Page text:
Before I dive into a novella that's been brewing in the back of my brain for the past few months, I've been working to finish a short story. It quickly became a longer piece of short fiction than I originally imagined, which was a problem because my intention was to submit the story to an anthology that had a maximum word count of 7,000 words. I managed to let the the story grow to over 8,500 words by the time I was done with the first draft.
I liked what I had written, but I needed to cut 1,500 words. Taking a good, hard look at the piece, I decided I could remove my two lead characters' interaction with a third character, and either gloss over their meeting or even skip it altogether. Snip, snip, cut, and done.
But now the timeline of the story has this unnecessary pit stop at a location where it only made sense to even bother writing about unless my leads meet up with the now-excised character. So I cut that, too, and squinted at what was left of the story to see if I could stitch it all back together.
And I could, but I needed to change the ending.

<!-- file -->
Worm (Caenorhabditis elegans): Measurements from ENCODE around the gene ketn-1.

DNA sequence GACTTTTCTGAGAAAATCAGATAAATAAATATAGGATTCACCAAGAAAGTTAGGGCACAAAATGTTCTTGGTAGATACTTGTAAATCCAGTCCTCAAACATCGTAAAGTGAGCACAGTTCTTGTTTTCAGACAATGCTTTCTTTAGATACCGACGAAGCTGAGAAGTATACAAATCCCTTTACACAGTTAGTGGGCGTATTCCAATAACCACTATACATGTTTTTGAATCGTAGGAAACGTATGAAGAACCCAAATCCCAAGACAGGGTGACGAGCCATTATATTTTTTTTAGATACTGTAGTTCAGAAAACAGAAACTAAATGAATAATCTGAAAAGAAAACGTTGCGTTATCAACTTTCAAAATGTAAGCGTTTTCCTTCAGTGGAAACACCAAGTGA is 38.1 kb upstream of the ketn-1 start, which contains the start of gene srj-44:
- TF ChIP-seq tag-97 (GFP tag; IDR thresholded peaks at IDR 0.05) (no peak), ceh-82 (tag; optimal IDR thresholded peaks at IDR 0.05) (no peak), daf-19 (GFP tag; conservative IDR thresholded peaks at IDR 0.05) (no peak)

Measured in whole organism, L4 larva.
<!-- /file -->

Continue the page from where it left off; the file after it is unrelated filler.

So for a few moments, the story was down to less-than-7,000-words . . . until I added the new ending, and I managed to get down to 7,500 words.
At this point, I needed a bit of distance and maybe another set of eyes on the story, so I printed it up and handed it off to Brenda. While I was printing this draft of the still-untitled-story, she asked me how much this anthology would pay if they accepted my story. Off the top of my head, I didn't remember, so I pulled up the publisher's website and told Bren what the payrate was.
And then I noticed right beneath it that the word max was listed as "around 7,000 words."
Sure, 8,500-plus words is a bit more than "around" 7,000-words, but 7,500? I think I could probably pass that off if the story is as tight as it could be. And after trimming it as much as I did, I think it is (but we'll see what Bren says!).
I'm looking at this as a learning experience. If I can completely eliminate a character from a story and the story still works without him/her, the character was unnecessary from the beginning; the same can be said of a location.
It's something I'll keep in mind while breaking down my novella.